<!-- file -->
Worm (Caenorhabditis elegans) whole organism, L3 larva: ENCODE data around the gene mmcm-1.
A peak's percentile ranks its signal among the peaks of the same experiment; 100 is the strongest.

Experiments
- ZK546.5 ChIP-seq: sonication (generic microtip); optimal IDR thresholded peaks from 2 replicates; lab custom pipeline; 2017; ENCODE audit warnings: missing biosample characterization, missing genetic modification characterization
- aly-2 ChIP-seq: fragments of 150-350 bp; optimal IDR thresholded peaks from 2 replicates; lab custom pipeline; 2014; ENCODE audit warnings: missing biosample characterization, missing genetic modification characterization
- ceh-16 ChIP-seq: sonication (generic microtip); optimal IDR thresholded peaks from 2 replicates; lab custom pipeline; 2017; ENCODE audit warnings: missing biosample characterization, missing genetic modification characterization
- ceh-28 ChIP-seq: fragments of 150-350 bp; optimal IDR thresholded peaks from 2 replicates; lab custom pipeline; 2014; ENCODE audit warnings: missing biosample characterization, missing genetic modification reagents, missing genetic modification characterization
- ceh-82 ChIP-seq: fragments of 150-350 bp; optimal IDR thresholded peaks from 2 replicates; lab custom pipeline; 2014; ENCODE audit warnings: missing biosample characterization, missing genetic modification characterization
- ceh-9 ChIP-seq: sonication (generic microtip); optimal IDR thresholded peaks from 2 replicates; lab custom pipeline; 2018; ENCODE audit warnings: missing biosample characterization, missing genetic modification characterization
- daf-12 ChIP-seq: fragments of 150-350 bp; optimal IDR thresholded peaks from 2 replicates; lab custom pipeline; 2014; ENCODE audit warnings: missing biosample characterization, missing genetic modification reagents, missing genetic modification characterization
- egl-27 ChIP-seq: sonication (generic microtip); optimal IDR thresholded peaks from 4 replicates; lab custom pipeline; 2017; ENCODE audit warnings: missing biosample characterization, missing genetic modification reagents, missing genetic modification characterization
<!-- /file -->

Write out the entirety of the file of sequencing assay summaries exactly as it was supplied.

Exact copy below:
Worm (Caenorhabditis elegans) whole organism, L3 larva: ENCODE data around the gene mmcm-1.
A peak's percentile ranks its signal among the peaks of the same experiment; 100 is the strongest.

Experiments
- ZK546.5 ChIP-seq: sonication (generic microtip); optimal IDR thresholded peaks from 2 replicates; lab custom pipeline; 2017; ENCODE audit warnings: missing biosample characterization, missing genetic modification characterization
- aly-2 ChIP-seq: fragments of 150-350 bp; optimal IDR thresholded peaks from 2 replicates; lab custom pipeline; 2014; ENCODE audit warnings: missing biosample characterization, missing genetic modification characterization
- ceh-16 ChIP-seq: sonication (generic microtip); optimal IDR thresholded peaks from 2 replicates; lab custom pipeline; 2017; ENCODE audit warnings: missing biosample characterization, missing genetic modification characterization
- ceh-28 ChIP-seq: fragments of 150-350 bp; optimal IDR thresholded peaks from 2 replicates; lab custom pipeline; 2014; ENCODE audit warnings: missing biosample characterization, missing genetic modification reagents, missing genetic modification characterization
- ceh-82 ChIP-seq: fragments of 150-350 bp; optimal IDR thresholded peaks from 2 replicates; lab custom pipeline; 2014; ENCODE audit warnings: missing biosample characterization, missing genetic modification characterization
- ceh-9 ChIP-seq: sonication (generic microtip); optimal IDR thresholded peaks from 2 replicates; lab custom pipeline; 2018; ENCODE audit warnings: missing biosample characterization, missing genetic modification characterization
- daf-12 ChIP-seq: fragments of 150-350 bp; optimal IDR thresholded peaks from 2 replicates; lab custom pipeline; 2014; ENCODE audit warnings: missing biosample characterization, missing genetic modification reagents, missing genetic modification characterization
- egl-27 ChIP-seq: sonication (generic microtip); optimal IDR thresholded peaks from 4 replicates; lab custom pipeline; 2017; ENCODE audit warnings: missing biosample characterization, missing genetic modification reagents, missing genetic modification characterization